Freshmen Aiding UNC Frontcourt

Freshmen Aiding UNC Frontcourt

Think back to Tyler Hansbrough last year – North Carolina's only true center – and how he carried the inside load the entire season. There were no injuries or letdowns. Now, imagine him with help – and lots of it.

Hansbrough led the '05-'06 Tar Heels in scoring (18.9 ppg.), field goal percentage (57.0) rebounding (7.8 rpg.) and steals (38), earning conference Rookie of the Year honors. He set the Smith Center scoring record with 40 against Georgia Tech, which also doubles as the ACC all-time freshman scoring record.

But now UNC has added a wealth of size in Alex Stepheson (6-9, 225, Los Angeles, Calif.), Deon Thompson (6-8, 245, Torrance, Calif.) and Brandan Wright (6-9, 205, Nashville, Tenn.) – all heralded freshmen with diverse skill sets.

Hansbrough said of the early low post battles, "They've all challenged and have been competitive."

Each freshman brings a different dynamic to what, along with Hansbrough, will make up one of the deepest frontcourts in the country.

Roy Williams said, "I recruited them because they were all great players. But they all have different characteristics that will be more important at different times."

After a little over a week into practice, the team already has set a season goal of breaking the school scoring record of 91.3 points per game ('86-'87). Fans' astronomical expectations this season can be traced to qualified three-deep depth at nearly every position, including the fours and fives.

You have to go back to '93-'94 to find a squad with so many serviceable big men (Eric Montross, Kevin Salvadori, Rasheed Wallace, etc.), and early indications point to even higher potential for this group. However, as it was for Dean Smith following the 1993 NCAA championship season, it will be a challenge for Williams to play all of the big men substantial minutes.

"Right now, they're fighting for survival," Williams said. "They just want to make sure they see the sun come up the next morning. They're just praying they make it.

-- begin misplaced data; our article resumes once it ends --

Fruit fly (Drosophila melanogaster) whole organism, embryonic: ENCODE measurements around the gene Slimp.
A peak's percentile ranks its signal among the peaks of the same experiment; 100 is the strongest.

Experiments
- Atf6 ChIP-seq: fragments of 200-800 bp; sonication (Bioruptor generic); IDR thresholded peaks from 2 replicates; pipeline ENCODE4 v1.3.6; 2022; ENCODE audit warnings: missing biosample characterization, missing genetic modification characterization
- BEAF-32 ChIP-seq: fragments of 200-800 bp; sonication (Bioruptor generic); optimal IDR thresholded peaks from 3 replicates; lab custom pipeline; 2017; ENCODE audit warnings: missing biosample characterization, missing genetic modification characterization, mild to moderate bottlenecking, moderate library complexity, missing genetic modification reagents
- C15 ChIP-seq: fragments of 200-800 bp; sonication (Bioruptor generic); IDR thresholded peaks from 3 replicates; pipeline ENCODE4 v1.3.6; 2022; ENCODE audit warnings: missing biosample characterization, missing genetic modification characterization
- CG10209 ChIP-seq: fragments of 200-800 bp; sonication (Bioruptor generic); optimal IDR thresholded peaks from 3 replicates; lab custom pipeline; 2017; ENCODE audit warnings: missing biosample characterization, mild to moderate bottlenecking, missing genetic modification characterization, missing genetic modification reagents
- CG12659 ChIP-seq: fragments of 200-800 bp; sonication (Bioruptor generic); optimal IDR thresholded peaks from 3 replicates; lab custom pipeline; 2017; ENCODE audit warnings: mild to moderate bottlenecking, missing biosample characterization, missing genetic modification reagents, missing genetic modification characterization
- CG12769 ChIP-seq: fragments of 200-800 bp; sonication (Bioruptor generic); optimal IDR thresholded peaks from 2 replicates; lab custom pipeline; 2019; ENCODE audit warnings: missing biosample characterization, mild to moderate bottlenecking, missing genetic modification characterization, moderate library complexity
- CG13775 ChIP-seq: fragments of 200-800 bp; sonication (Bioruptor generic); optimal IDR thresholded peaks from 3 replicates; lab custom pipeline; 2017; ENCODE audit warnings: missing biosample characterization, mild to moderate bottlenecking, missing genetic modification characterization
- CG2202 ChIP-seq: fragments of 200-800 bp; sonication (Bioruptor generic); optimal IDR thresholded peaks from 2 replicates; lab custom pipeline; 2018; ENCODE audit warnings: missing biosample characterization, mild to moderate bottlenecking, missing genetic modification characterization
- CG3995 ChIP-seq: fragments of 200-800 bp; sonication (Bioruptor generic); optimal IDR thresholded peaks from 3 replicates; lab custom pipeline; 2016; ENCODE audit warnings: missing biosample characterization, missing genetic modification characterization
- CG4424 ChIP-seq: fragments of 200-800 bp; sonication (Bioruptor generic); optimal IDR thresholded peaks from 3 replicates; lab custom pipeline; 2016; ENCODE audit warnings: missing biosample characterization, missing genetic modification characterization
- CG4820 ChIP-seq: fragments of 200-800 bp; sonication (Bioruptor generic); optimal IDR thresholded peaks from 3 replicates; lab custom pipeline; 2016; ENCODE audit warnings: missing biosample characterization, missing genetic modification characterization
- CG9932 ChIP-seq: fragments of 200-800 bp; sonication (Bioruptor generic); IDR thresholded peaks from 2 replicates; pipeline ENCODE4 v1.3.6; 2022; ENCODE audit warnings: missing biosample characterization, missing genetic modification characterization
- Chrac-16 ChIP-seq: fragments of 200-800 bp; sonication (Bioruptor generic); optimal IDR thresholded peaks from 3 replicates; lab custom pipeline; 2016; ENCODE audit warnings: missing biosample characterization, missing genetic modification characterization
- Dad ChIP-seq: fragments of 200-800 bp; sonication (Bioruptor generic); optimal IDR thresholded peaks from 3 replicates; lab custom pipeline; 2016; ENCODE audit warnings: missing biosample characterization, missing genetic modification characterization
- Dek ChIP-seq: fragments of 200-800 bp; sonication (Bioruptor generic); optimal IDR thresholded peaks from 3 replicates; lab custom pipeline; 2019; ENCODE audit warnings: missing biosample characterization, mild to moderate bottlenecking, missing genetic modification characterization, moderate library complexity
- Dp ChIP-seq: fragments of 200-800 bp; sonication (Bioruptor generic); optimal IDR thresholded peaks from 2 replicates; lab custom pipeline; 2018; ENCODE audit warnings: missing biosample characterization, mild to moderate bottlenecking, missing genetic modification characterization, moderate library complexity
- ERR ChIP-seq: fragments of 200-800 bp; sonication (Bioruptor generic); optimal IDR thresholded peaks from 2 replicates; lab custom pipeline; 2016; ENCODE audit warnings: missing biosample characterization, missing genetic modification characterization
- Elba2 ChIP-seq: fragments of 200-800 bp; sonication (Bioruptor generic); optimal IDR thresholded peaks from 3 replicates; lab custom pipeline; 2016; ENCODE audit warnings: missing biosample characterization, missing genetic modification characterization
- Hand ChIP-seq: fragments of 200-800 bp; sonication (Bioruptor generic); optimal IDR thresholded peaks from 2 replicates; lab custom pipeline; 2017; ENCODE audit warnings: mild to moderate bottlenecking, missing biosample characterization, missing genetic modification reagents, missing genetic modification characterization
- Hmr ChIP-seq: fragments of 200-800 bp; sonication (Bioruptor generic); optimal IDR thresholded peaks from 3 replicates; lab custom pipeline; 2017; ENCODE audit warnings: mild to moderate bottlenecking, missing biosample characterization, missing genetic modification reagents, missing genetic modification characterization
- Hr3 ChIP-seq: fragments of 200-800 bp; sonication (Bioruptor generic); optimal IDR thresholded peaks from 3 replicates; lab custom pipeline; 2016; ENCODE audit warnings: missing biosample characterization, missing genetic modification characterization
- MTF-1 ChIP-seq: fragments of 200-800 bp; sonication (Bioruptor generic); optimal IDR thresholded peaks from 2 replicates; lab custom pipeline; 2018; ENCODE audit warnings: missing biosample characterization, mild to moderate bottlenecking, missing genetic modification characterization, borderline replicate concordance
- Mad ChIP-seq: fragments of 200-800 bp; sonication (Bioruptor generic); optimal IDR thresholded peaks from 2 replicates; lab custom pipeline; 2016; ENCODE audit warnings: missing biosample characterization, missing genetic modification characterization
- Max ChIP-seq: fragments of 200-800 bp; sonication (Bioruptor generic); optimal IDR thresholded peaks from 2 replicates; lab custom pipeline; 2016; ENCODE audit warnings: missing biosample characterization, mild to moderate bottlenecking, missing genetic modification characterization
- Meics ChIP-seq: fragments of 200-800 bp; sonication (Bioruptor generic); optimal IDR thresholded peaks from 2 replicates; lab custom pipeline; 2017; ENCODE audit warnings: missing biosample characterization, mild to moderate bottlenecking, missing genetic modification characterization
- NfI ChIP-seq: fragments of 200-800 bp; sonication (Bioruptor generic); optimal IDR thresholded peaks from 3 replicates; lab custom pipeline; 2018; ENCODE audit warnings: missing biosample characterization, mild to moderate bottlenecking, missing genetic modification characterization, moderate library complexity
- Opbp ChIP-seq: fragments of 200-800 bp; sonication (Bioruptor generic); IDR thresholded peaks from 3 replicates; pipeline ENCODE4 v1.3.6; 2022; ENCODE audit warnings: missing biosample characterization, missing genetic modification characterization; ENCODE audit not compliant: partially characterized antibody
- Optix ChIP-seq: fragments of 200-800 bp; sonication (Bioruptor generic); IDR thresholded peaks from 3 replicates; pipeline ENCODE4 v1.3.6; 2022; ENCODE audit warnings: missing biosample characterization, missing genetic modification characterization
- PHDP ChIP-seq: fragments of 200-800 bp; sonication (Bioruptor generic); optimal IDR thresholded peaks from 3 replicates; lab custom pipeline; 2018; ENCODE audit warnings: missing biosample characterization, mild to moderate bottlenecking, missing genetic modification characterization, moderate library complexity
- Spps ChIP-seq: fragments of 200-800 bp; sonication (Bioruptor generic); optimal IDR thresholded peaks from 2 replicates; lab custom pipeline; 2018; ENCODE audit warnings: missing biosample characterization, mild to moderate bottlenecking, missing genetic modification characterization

"But I'm pleased with them; I think they're handling it well," he said. "They understand they can get some time, and how they perform this month will determine that. In practice and through the exhibition games – that will determine it. They know they've got a great chance, and the competition's fun."

The slender, long-armed Wright can leap, has great hands, can put the ball on the floor and passes well.

"Brandan has a way of sliding past people," Williams said. "He may not be as effective as a back to the basket scorer, but defensively, blocking shots and rebounding and running, I think he's got a chance to be something special."

Thompson has a much different body type than Wright, but has already impressed Williams with his capacity to learn quickly and with his ability to score inside.

"Deon's a little raw, but he does have a knack for getting the ball up on the board in putting it in the basket," Williams said. "Before it's over with, he may be the best scorer of the three."

Stepheson's strength and physicality leads to shot blocks, rebounds and easy baskets.

"When Alex gets his hands on it, he's gotten it," Williams said.

First the freshmen have to earn their playing time. Hansbrough, on the other hand, has earned his, and therefore getting the ball inside to the consensus pre-season All-American remains the team's focal point.

Imagine an even more aggressive Hansbrough this year.

"Tyler's never thought about taking a step backward," Williams said. "These three guys have to hit him once, twice, three and four times. There are no easy ones in our practices now. When you go in there, you better be ready to have your shield on, because somebody is going to knock you on your butt.

"But they better make sure that they get the ball, because Tyler is going to keep coming after it," he said.

The additional depth is not only providing much better competition in practice for Hansbrough, but it will also limit double- and triple-teams in games, should enable him to not have to cover the perimeter as often and will allow Carolina to gamble more with its defensive pressure. And, Williams says, he'll be able to give Hansbrough the green light to go after more blocks this year, rather than have to restrain that aspect of his game in order to preserve fouls.

"This year we'll just be able to rotate players in and out," Hansbrough said. "We'll be extremely fast. Defensively, I can see a lot more pressure and trapping."

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